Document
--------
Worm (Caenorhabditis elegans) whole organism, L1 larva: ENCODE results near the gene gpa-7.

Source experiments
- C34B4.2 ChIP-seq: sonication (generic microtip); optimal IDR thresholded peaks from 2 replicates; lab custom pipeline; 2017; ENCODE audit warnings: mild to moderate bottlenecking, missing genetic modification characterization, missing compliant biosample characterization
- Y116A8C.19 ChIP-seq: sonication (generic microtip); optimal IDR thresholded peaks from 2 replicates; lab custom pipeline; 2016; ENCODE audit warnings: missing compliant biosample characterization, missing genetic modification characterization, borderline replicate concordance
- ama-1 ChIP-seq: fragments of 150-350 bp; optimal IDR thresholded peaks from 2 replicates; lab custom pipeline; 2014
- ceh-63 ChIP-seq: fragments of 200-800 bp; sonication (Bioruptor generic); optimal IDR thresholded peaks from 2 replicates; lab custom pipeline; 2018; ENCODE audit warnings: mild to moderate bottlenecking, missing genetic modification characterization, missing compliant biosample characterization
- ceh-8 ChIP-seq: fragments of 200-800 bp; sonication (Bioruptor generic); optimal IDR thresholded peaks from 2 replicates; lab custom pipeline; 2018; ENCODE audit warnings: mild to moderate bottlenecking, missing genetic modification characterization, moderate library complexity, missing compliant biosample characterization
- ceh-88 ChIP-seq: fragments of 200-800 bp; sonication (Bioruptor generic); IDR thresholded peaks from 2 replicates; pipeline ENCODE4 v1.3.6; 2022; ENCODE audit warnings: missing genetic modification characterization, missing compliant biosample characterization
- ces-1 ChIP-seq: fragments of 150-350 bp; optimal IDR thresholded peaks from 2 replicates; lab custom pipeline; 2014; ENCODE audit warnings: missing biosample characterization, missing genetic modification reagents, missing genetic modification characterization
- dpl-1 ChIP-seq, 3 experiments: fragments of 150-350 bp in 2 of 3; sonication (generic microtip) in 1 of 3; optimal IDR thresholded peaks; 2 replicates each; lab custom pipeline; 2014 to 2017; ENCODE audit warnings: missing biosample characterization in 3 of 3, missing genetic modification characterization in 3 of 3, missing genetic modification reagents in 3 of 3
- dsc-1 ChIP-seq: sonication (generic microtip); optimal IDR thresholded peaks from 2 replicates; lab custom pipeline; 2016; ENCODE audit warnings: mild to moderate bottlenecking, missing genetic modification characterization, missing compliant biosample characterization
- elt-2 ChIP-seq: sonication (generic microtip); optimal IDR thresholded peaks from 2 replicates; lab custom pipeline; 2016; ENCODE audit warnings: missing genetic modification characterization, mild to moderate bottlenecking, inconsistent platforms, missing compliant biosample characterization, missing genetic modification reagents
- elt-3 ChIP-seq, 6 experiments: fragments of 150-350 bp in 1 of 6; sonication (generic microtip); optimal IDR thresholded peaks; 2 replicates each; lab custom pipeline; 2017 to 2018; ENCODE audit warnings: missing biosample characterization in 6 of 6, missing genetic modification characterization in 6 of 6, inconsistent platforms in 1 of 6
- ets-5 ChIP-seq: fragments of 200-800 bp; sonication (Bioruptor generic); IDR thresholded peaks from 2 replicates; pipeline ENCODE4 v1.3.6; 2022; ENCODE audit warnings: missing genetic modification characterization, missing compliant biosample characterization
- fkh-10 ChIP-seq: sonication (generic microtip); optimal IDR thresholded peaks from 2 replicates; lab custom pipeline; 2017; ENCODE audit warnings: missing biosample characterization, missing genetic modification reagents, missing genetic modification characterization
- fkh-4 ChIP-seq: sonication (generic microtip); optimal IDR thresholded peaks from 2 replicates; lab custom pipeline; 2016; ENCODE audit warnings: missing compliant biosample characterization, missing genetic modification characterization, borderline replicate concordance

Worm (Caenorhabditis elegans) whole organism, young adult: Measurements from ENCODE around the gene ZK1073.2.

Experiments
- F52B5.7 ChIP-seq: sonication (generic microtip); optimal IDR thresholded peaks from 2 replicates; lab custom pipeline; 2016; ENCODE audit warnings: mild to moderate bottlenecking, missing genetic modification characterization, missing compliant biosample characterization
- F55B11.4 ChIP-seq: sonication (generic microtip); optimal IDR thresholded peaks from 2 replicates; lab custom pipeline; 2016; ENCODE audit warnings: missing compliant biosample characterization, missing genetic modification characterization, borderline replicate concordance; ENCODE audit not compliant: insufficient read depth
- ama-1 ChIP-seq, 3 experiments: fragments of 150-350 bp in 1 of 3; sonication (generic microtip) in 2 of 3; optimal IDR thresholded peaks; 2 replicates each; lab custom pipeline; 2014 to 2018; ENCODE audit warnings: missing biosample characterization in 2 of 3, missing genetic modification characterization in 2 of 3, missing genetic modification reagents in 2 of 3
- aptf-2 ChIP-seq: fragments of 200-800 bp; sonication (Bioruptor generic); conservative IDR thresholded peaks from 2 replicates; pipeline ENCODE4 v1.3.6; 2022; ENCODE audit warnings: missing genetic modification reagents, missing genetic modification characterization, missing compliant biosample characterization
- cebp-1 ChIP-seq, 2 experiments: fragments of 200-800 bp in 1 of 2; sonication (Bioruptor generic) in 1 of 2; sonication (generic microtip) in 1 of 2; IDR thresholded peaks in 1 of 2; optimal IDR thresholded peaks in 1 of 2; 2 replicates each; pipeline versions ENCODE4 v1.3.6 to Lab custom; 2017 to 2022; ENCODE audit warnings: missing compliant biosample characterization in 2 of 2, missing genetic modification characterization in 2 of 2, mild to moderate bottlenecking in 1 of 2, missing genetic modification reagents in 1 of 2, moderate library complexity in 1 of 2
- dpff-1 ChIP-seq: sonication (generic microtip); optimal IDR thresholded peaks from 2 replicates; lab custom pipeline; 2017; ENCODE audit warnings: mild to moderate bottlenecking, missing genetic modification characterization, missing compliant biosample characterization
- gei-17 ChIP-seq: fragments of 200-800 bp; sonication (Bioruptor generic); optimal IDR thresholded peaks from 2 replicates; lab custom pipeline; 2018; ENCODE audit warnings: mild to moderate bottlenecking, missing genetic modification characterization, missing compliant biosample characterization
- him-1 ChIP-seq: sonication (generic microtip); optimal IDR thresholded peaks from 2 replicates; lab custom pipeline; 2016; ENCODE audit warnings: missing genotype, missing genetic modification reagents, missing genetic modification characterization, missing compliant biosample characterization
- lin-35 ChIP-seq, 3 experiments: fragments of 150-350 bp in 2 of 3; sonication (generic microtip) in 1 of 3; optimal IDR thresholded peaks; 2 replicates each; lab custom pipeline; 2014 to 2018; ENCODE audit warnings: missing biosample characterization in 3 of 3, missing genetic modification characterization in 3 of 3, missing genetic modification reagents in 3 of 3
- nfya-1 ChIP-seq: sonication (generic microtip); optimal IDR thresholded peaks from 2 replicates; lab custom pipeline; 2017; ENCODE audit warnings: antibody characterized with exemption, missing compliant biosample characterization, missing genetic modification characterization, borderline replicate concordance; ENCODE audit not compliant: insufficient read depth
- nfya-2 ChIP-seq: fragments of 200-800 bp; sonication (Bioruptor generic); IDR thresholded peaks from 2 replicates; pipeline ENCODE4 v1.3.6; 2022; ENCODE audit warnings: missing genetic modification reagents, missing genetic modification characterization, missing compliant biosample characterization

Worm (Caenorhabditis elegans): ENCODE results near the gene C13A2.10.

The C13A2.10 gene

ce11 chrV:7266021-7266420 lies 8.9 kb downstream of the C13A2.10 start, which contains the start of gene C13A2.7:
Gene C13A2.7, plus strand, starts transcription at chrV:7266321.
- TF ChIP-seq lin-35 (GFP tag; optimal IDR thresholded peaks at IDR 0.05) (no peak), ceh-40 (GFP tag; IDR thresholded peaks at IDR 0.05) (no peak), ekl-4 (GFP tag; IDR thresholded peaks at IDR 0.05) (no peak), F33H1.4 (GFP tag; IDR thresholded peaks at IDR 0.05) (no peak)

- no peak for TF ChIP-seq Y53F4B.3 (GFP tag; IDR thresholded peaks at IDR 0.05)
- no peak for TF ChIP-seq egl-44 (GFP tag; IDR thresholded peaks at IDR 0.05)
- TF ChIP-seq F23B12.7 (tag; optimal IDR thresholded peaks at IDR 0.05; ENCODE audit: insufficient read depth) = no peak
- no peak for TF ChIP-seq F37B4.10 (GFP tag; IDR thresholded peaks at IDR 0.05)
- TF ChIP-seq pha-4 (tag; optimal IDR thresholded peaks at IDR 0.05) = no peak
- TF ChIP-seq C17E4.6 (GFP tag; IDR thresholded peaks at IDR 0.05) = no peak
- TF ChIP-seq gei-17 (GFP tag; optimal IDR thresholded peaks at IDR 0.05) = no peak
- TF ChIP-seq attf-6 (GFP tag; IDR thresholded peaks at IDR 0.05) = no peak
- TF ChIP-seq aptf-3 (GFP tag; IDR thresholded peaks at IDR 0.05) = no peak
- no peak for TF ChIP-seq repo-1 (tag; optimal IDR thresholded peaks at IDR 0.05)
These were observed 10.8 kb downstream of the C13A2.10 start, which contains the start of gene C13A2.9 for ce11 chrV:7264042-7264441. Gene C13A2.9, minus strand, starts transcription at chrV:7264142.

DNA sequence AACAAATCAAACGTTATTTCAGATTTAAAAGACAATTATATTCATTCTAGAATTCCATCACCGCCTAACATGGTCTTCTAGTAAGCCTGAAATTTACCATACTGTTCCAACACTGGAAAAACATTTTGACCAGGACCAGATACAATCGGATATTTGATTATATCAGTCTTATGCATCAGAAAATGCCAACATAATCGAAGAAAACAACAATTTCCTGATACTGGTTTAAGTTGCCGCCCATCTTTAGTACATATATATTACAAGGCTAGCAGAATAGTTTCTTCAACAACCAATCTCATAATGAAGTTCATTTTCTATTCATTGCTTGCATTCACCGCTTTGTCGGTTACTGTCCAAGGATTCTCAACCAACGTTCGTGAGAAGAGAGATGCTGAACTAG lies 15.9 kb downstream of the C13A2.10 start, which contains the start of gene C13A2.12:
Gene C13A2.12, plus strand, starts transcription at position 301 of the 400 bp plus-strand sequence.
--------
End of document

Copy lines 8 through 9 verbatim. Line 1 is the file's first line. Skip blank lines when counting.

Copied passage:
- ceh-88 ChIP-seq: fragments of 200-800 bp; sonication (Bioruptor generic); IDR thresholded peaks from 2 replicates; pipeline ENCODE4 v1.3.6; 2022; ENCODE audit warnings: missing genetic modification characterization, missing compliant biosample characterization
- ces-1 ChIP-seq: fragments of 150-350 bp; optimal IDR thresholded peaks from 2 replicates; lab custom pipeline; 2014; ENCODE audit warnings: missing biosample characterization, missing genetic modification reagents, missing genetic modification characterization